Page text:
Look to the Forests: How Performance Payments Can Slow Climate Change

10/14/15

Protecting tropical forests is good for the global climate and good for development in forested countries. In the absence of robust carbon markets, performance-based funding to reduce emissions from deforestation is a key way donors can provide the incentives and commitment tropical countries need to curtail forest loss.

Tropical forests are undervalued assets in the race to avert catastrophic climate change. They deliver a global—and very public— benefit by capturing and storing atmospheric carbon.

The Future of the Multilateral Development Banks

10/13/15

From the testimony: “And while the United States was roundly criticized for its handling of this episode, I think much of that criticism was misguided in putting the focus on the short term bungling of diplomatic outreach, or Congress’s failure to pass IMF reform. Both are relevant, and I very much believe that action on the IMF quota package is critical in its own right, but the challenges to US leadership in the MDBs – institutions like the World Bank and Asian Development Bank where the US is the largest shareholder – run deeper and are longer term in nature.”

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Toward Better Global Poverty Measures - Working Paper 417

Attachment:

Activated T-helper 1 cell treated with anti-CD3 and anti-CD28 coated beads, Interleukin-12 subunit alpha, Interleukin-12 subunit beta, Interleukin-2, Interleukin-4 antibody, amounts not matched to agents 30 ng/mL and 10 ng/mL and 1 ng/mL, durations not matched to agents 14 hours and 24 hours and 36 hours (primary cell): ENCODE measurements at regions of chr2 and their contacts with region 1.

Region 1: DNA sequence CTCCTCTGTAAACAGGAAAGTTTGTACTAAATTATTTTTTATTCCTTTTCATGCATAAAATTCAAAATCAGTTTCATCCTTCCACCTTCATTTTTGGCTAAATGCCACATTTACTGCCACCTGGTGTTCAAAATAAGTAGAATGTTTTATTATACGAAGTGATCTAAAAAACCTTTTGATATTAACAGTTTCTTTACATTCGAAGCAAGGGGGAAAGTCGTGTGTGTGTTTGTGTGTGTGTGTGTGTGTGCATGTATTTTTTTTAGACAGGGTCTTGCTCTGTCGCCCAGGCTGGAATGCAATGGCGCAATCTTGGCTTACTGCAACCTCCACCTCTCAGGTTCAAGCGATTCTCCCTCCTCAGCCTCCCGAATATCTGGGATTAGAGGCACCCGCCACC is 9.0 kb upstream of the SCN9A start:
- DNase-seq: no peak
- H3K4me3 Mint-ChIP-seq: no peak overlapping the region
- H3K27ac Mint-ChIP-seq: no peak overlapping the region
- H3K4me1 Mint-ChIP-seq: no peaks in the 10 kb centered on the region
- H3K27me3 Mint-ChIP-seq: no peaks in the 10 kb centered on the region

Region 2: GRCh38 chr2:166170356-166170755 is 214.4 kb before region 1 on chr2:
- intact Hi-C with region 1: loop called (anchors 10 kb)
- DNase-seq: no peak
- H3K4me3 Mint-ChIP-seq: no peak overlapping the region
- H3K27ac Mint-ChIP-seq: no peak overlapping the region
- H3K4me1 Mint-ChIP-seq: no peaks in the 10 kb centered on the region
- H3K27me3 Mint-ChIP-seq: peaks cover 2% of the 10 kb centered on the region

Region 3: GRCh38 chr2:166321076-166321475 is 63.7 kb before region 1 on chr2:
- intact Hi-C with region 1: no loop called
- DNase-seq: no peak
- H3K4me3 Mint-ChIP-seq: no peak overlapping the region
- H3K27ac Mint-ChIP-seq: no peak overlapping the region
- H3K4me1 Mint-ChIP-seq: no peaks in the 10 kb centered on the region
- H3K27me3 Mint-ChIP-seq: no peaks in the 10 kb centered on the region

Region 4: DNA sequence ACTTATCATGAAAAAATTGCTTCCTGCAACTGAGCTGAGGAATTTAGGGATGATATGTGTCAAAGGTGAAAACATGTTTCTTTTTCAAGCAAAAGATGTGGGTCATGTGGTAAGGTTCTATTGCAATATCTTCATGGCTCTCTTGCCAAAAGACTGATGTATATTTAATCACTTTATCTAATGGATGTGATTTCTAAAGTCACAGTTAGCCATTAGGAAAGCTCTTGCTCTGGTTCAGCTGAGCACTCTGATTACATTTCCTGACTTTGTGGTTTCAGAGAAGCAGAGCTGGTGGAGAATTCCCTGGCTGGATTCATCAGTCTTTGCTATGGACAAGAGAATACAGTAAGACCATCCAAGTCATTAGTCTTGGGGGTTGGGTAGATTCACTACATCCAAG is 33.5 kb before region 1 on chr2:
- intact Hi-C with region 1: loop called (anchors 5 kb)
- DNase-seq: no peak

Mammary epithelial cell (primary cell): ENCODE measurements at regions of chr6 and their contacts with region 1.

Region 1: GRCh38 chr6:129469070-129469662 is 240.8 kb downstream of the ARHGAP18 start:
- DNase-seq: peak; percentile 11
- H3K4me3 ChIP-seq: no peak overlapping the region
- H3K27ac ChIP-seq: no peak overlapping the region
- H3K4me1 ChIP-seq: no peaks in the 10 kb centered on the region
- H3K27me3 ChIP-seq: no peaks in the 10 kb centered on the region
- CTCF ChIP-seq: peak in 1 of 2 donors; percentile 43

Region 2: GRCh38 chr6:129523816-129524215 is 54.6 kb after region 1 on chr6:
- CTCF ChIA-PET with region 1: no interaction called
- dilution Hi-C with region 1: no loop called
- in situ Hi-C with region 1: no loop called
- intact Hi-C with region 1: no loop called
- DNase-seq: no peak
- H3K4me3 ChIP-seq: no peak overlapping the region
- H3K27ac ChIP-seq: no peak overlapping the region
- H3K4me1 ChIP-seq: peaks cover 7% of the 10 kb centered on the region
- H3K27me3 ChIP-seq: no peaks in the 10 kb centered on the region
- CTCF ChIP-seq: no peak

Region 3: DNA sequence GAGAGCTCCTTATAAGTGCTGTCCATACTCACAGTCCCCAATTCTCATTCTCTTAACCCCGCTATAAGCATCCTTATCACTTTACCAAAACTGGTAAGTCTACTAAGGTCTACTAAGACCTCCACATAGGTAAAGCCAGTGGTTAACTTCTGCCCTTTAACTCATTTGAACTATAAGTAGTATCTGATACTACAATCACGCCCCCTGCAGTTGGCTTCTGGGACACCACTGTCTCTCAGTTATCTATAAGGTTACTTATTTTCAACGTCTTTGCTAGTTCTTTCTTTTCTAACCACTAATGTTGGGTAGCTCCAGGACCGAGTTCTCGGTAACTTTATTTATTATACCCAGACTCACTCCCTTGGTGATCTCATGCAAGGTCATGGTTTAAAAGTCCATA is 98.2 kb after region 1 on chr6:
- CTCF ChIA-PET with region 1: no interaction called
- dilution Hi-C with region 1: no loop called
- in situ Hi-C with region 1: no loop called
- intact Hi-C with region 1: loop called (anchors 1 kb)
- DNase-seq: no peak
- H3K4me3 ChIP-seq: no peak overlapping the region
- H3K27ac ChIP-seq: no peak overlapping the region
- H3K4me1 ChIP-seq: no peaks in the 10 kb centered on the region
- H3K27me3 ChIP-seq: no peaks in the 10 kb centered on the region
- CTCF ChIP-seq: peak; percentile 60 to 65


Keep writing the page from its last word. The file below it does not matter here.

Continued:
9/16/15

The paper discusses three problems in measuring global poverty: (i) how to allow for social effects on welfare, recognizing the identification issues involved; (ii) the need to monitor progress in raising the consumption floor above its biological level; and (iii) addressing the longstanding concerns about prevailing approaches to making inter-country comparisons of price levels facing poor people.

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Doing Cash Differently: How Cash Transfers Can Transform Humanitarian Aid

9/14/15
The High Level Panel on Humanitarian Cash Transfers

The Report of the High Level Panel on Humanitarian Cash Transfers shows why giving aid directly in the form of cash is often a highly effective way to reduce suffering and to make limited humanitarian aid budgets go further. We urge the humanitarian community to give more aid as cash, and to make cash central to future emergency response planning.